They say, “your network is your net worth”. There is no shortage of success stories of newcomers and other professionals who found jobs or climbed the corporate ladder through networking, my story included. However, most people agree that networking can be stressful, but it doesn’t have to be, according to Daniel Wang, a networking guru.
Daniel immigrated to Canada from Taiwan 25 years ago and over the years has become a trusted career coach for immigrant job seekers with experience organizing career and networking events. He shares these tips with Immigrant Muse from his wealth of experience and his role as an Employment Specialist and Career Consultant at British Columbia Construction Association (BCCA).
1. Practice small talk
Practice small talk techniques and content. Understand the topics that are most likely included in the Canadian small talk. Use the weather, traffic, or sports to initiate a conversation, and stay away from controversial topics such as politics, religion or personal subjects.
2. Stay curious and ask questions
Often, new immigrants who finally have the nerve to network still think about themselves. They often jump into selling their skills as they focus on their need for a job. However, if you approach another person while caring only about your needs, they’ll feel pressured. Instead ask about the person or the company that they work for. People are likely to respond favourably if you show interest in them.
3. Listen very carefully
Pay attention to what they’re saying and try to remember some of it. Also watch your body language during the conversation and avoid coming off as bored or uninterested.
4. Give – What can you offer to them?
New immigrants often feel that they don’t have anything to give since they are new to Canada. As a result, when they reach out to network, they just want to take. The reality is that immigrants have a lot to give. Many immigrants have experience working with global partners back home. They have valuable experiences and insights to share. Be proud of your experience and your home country because you have a lot to give. You can start by offering to volunteer in any event that they organize. You have your time and manpower to give, so don’t look down on yourself.
5. Share – What resources, insights and industry updates can you share?
Share industry news that you have come across. If you happen to know someone else or some other company who are in the same seminar or industry sector, you can bring that up. This will give the other person something to relate to or talk about. Focus on topics in your area of expertise. Down the road, if you become closer, then you can talk about other common interests outside your professional life.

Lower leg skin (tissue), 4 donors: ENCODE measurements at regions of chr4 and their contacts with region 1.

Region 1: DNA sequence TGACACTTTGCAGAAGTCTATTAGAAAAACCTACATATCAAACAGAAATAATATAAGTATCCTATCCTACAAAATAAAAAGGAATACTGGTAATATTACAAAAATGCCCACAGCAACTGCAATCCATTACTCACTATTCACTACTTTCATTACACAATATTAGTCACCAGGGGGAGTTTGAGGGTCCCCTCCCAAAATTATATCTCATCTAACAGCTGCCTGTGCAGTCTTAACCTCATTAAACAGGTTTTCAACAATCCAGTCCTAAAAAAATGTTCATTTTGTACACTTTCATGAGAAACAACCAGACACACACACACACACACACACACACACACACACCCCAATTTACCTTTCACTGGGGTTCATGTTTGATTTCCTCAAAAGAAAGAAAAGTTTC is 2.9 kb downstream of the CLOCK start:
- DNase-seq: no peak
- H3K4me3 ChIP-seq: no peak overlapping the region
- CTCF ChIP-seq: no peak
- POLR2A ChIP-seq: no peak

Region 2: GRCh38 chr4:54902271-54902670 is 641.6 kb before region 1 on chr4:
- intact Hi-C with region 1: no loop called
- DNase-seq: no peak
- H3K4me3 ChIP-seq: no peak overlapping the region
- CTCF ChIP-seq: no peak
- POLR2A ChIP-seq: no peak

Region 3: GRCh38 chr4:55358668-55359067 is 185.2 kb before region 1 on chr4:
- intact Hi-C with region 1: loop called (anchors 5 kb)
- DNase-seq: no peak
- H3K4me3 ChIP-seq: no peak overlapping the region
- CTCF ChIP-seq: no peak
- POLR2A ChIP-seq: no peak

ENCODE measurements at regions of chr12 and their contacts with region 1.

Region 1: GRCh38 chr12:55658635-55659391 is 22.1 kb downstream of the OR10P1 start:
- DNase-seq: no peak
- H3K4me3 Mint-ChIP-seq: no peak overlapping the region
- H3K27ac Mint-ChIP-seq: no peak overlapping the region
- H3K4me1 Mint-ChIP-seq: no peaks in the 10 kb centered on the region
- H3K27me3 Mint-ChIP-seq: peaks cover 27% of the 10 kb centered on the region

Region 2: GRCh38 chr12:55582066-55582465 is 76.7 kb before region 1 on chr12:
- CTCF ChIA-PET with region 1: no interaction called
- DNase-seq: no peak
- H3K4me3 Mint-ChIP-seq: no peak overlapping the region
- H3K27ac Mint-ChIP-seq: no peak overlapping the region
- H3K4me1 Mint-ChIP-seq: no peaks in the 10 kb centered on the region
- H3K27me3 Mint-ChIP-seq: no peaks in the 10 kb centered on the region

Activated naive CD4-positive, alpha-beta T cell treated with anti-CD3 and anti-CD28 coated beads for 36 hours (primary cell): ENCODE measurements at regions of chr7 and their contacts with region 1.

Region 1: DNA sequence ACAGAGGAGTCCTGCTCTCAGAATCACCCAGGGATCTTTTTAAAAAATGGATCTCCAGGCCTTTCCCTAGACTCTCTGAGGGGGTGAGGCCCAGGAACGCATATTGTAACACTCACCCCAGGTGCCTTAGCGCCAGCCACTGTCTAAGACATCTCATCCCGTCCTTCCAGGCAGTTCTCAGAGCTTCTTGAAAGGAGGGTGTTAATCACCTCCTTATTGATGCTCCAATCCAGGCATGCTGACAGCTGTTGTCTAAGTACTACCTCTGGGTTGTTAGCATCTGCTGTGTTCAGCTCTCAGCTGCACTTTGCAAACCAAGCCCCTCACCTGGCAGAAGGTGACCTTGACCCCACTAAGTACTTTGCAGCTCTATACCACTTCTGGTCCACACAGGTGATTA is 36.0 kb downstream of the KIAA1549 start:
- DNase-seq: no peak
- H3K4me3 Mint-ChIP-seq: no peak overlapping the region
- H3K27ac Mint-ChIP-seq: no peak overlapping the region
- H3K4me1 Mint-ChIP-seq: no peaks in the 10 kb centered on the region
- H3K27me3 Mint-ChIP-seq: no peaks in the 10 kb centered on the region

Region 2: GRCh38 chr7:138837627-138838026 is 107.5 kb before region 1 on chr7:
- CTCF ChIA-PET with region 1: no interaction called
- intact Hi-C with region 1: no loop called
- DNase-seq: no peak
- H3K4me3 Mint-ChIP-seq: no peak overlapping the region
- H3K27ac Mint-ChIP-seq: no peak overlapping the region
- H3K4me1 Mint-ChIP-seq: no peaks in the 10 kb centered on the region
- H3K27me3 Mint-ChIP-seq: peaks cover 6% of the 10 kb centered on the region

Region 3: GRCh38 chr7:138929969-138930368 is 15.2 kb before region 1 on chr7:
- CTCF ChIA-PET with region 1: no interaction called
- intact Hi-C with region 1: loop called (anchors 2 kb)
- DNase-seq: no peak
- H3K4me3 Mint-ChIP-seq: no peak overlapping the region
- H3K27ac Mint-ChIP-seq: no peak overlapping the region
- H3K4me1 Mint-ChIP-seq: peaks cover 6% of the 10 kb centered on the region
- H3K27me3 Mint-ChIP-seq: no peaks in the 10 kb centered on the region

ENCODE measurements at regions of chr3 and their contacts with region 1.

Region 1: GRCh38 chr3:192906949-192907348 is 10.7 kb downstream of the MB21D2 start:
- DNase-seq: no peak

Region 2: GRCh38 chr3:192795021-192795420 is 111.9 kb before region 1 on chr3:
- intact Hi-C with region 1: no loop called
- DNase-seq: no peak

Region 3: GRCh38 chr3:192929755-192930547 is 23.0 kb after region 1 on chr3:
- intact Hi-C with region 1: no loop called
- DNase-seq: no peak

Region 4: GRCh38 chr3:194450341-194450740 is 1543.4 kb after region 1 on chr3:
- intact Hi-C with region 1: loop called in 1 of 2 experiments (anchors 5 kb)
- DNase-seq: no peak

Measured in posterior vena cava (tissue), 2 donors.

6. Connect them to other people, programs, organizations, and corporations
Connect them to your existing contacts who can help make things happen. After all, networking is about giving and taking. This technique will also help you continue the relationship with your existing contact as you can use this as a reason to reconnect with them.
7. Stay in touch
Collect your new network’s contact and stay in touch if you promise to.
If you feel like you have nothing to say when you want to get in touch, then you haven’t used tip three. If you listened carefully during the initial conversation, then you’ll be able to remember one topic that interests your new contact. Do your homework by researching the topic or paying attention to news related to this. Reach out to ask a question about what you have learned to keep the conversation going.
8. Have fun
Don’t be too hard on yourself. Networking is supposed to be fun. If you keep on practicing these tips, you master the art of effective networking, and benefit from it.
I am proof that these techniques work because I obtained my first job in Canada through networking.
I first met Daniel through Skills Connect for Immigrants Program by Douglas College. I was a participant while he was an Industry Liaison and Career Consultant. As part of the program, the consultants taught us networking in the Canadian setting.
With elevated confidence, I attended a career event after completing the program. After the event, I introduced myself to the speaker using my elevator speech and took note of a common area of interest. Within 24 hours after our initial meeting, I sent the speaker an email to remind her of how we met, my career interests, and the skills that I can offer. Two months later, she referred and coached me for my first job in Canada.
Networking is a valuable skill but it can be a source of stress for many immigrants. Remember that you have used networking techniques even before coming to Canada. You merely have to hone your skills by using these eight simple tips for stress-free and effective networking and have fun while at it.